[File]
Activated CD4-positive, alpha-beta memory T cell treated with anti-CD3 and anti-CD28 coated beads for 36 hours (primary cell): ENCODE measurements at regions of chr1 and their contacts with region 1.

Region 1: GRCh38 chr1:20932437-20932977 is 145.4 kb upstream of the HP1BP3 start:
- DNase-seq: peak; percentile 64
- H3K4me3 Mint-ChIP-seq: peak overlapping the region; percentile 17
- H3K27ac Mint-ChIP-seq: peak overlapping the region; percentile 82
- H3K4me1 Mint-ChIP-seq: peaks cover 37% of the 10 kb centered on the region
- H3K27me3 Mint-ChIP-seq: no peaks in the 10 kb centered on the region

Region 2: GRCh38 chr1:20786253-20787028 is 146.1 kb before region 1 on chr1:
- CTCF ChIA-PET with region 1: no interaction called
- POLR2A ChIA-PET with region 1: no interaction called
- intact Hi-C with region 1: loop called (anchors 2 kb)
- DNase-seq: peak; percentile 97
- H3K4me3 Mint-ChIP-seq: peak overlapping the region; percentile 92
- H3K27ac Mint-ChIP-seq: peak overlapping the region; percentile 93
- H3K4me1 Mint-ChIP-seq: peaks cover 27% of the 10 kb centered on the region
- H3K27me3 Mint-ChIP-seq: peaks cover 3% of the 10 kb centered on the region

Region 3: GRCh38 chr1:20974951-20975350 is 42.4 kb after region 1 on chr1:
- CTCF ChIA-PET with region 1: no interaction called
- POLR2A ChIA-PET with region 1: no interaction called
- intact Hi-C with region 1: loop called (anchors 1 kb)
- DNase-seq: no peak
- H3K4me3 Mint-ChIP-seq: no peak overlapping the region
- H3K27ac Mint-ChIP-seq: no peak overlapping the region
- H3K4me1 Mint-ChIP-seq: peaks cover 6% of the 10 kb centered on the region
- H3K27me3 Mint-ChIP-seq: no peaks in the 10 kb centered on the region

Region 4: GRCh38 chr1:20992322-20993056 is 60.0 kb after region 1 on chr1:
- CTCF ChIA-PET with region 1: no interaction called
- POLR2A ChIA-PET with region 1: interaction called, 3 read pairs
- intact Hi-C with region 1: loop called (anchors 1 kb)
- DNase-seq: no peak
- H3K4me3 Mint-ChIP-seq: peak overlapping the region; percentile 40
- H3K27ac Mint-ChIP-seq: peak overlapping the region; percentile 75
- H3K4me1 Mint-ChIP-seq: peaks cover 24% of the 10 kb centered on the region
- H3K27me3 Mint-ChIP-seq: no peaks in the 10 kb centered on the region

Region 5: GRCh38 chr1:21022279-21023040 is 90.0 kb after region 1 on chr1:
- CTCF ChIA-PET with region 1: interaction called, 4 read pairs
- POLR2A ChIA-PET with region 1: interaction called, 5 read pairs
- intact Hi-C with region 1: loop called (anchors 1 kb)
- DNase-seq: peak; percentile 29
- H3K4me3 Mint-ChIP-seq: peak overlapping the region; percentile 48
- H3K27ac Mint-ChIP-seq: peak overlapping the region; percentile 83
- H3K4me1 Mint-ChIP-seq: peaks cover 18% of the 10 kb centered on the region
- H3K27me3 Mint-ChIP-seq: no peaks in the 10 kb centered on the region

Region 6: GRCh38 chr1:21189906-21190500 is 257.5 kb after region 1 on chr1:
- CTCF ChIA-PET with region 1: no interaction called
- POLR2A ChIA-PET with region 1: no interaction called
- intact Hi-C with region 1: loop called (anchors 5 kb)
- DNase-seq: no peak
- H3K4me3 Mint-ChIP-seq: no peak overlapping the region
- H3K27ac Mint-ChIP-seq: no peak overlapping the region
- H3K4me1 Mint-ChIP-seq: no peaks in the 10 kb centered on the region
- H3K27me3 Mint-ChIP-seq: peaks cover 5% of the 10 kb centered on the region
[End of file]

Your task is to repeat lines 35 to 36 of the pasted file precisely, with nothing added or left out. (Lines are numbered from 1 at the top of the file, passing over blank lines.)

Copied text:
Region 5: GRCh38 chr1:21022279-21023040 is 90.0 kb after region 1 on chr1:
- CTCF ChIA-PET with region 1: interaction called, 4 read pairs